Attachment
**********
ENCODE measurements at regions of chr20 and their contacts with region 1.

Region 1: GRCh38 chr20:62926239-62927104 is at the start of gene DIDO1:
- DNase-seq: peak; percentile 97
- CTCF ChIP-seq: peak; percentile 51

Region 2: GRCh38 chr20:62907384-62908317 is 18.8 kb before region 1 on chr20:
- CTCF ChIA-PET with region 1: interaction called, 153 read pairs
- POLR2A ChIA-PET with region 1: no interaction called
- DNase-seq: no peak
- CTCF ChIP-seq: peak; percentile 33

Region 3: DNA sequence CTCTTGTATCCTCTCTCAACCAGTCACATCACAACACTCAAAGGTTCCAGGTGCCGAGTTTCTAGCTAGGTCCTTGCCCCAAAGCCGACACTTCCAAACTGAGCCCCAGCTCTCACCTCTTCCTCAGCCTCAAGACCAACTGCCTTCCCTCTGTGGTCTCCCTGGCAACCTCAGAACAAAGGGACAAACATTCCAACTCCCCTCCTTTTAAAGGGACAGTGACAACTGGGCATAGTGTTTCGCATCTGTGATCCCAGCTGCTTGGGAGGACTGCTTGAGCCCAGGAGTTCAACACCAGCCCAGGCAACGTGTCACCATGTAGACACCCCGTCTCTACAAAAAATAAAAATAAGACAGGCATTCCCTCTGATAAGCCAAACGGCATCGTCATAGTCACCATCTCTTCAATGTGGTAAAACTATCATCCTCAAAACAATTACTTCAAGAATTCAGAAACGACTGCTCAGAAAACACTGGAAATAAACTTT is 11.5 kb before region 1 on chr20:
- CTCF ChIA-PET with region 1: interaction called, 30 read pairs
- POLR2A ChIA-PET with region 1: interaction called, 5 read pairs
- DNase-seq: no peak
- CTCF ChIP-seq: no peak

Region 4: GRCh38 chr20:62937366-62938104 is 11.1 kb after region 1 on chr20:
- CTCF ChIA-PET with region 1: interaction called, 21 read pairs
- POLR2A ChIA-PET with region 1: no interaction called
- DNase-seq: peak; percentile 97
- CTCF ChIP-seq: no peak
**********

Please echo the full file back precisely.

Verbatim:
ENCODE measurements at regions of chr20 and their contacts with region 1.

Region 1: GRCh38 chr20:62926239-62927104 is at the start of gene DIDO1:
- DNase-seq: peak; percentile 97
- CTCF ChIP-seq: peak; percentile 51

Region 2: GRCh38 chr20:62907384-62908317 is 18.8 kb before region 1 on chr20:
- CTCF ChIA-PET with region 1: interaction called, 153 read pairs
- POLR2A ChIA-PET with region 1: no interaction called
- DNase-seq: no peak
- CTCF ChIP-seq: peak; percentile 33

Region 3: DNA sequence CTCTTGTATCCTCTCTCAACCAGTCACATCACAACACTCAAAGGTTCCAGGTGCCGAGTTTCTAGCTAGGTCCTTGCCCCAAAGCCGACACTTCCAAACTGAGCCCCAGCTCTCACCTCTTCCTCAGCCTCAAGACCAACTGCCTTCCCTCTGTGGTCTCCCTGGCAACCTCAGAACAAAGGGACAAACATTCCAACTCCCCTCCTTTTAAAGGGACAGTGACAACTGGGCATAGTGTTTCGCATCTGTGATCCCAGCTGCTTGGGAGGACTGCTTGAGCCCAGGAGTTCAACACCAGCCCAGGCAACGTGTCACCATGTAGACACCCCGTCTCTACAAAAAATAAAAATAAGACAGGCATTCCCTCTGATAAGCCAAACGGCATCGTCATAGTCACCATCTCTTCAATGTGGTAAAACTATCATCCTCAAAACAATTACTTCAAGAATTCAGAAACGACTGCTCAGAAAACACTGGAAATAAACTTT is 11.5 kb before region 1 on chr20:
- CTCF ChIA-PET with region 1: interaction called, 30 read pairs
- POLR2A ChIA-PET with region 1: interaction called, 5 read pairs
- DNase-seq: no peak
- CTCF ChIP-seq: no peak

Region 4: GRCh38 chr20:62937366-62938104 is 11.1 kb after region 1 on chr20:
- CTCF ChIA-PET with region 1: interaction called, 21 read pairs
- POLR2A ChIA-PET with region 1: no interaction called
- DNase-seq: peak; percentile 97
- CTCF ChIP-seq: no peak